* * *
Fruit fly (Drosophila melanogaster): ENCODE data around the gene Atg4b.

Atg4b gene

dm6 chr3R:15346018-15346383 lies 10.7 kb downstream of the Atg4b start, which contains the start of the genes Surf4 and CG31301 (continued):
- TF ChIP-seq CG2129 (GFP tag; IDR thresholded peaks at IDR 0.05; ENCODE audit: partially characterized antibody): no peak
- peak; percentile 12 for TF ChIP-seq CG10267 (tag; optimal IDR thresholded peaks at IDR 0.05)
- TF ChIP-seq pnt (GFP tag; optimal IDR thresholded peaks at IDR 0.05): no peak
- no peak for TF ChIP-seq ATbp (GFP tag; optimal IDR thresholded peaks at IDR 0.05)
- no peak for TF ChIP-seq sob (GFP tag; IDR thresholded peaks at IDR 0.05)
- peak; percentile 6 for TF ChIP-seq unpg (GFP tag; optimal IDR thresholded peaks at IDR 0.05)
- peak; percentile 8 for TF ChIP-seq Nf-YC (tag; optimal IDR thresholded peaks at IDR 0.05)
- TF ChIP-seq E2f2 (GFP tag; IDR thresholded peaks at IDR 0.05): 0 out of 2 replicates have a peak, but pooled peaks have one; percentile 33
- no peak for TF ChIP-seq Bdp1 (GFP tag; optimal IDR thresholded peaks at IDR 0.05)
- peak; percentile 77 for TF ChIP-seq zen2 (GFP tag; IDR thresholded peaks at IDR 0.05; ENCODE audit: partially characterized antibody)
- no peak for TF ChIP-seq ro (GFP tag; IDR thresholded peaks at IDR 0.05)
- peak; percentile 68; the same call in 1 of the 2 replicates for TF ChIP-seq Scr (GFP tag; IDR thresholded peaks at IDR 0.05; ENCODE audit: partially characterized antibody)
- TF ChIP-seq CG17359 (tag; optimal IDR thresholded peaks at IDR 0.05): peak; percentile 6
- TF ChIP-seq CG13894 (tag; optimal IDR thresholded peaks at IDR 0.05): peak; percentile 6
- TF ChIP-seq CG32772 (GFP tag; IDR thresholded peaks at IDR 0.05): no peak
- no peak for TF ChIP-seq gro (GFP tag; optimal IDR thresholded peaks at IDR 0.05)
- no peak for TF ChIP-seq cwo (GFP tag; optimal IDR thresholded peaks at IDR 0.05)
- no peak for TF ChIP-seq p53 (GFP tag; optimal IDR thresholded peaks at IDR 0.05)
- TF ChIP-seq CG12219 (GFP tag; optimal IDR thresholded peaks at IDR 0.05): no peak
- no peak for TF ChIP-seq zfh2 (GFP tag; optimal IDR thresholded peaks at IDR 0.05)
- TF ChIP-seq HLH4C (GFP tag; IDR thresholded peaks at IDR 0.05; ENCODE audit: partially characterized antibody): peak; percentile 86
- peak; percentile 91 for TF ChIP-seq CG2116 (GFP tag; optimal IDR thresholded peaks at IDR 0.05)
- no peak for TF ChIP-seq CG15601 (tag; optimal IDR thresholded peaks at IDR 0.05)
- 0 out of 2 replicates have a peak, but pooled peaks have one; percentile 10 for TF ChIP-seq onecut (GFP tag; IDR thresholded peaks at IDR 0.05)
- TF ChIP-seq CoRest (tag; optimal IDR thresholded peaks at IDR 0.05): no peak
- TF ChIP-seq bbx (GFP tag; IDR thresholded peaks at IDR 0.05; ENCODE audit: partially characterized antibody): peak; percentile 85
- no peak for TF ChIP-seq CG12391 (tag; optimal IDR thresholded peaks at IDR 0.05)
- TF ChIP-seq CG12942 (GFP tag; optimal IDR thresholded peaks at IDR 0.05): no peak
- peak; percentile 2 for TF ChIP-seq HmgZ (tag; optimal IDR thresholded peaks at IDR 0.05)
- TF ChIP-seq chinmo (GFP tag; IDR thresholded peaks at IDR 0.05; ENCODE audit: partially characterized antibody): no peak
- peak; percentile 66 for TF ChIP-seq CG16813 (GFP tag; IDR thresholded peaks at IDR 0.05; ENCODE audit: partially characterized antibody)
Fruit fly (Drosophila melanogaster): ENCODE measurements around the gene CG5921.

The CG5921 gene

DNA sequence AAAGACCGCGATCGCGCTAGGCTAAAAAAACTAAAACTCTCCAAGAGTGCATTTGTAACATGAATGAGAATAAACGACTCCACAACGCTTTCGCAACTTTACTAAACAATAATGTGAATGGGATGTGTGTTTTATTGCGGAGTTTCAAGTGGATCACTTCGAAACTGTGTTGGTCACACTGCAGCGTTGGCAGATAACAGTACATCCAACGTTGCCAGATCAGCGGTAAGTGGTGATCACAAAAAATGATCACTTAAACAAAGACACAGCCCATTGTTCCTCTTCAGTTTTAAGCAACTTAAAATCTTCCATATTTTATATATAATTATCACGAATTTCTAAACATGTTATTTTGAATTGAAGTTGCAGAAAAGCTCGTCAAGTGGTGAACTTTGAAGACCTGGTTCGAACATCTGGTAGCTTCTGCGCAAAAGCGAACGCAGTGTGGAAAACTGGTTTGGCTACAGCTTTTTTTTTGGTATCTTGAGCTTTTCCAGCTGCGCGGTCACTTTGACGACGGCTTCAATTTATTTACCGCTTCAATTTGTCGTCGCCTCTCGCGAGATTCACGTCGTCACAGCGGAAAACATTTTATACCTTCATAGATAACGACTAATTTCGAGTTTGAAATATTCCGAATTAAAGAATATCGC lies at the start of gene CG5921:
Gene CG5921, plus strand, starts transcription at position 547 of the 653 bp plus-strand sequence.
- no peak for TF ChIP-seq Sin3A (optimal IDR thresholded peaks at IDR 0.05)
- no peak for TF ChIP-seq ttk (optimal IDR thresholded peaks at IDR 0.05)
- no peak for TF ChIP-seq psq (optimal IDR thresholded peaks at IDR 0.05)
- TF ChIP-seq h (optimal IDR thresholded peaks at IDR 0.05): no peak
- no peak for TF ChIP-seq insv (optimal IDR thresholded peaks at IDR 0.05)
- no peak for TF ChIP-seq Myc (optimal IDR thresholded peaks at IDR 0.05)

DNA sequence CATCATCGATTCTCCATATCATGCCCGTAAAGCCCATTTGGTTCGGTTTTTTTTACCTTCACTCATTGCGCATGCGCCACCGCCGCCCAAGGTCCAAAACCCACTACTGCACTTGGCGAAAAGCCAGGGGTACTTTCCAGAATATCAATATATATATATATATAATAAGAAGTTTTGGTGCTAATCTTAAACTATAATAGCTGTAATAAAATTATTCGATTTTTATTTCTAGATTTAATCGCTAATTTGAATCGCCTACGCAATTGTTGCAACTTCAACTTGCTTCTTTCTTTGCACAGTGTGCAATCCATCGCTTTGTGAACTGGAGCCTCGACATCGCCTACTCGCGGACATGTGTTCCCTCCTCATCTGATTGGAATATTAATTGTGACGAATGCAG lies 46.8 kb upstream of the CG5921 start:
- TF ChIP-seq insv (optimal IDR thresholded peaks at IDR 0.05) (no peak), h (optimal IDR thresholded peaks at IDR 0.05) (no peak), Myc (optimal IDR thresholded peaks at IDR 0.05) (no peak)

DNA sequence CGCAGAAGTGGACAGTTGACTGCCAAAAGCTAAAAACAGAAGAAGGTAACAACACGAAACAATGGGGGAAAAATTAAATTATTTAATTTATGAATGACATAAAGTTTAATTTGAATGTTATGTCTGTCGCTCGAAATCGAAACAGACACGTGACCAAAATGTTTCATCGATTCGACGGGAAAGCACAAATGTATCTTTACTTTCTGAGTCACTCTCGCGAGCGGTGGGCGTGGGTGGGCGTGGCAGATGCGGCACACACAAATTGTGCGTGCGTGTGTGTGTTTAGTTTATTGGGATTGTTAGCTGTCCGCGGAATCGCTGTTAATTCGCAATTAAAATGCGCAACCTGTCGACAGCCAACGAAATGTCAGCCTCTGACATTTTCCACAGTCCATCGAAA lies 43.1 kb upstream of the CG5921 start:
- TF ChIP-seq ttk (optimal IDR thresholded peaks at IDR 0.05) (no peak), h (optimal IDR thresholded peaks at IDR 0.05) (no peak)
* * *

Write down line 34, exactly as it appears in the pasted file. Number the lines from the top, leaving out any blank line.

- peak; percentile 66 for TF ChIP-seq CG16813 (GFP tag; IDR thresholded peaks at IDR 0.05; ENCODE audit: partially characterized antibody)